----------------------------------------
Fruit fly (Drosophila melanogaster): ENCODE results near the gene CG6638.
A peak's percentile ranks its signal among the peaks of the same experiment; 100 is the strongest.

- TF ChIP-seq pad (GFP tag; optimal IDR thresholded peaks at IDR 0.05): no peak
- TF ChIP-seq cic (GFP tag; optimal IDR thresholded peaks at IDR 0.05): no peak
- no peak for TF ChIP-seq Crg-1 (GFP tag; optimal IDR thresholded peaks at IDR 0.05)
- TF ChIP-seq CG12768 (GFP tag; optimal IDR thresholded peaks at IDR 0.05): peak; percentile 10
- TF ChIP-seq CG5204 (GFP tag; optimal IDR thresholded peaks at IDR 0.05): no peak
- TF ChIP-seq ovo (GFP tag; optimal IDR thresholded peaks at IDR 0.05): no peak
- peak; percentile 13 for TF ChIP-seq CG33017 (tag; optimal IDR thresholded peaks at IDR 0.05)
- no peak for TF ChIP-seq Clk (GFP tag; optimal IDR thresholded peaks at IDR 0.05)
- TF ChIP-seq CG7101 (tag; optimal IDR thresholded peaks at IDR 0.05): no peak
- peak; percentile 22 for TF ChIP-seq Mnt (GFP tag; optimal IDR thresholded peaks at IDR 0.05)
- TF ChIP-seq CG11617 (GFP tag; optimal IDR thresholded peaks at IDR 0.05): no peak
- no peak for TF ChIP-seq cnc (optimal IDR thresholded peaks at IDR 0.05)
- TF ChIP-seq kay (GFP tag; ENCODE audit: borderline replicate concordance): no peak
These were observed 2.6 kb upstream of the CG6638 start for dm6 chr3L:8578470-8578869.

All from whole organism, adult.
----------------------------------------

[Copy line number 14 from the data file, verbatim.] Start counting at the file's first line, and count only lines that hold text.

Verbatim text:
- no peak for TF ChIP-seq cnc (optimal IDR thresholded peaks at IDR 0.05)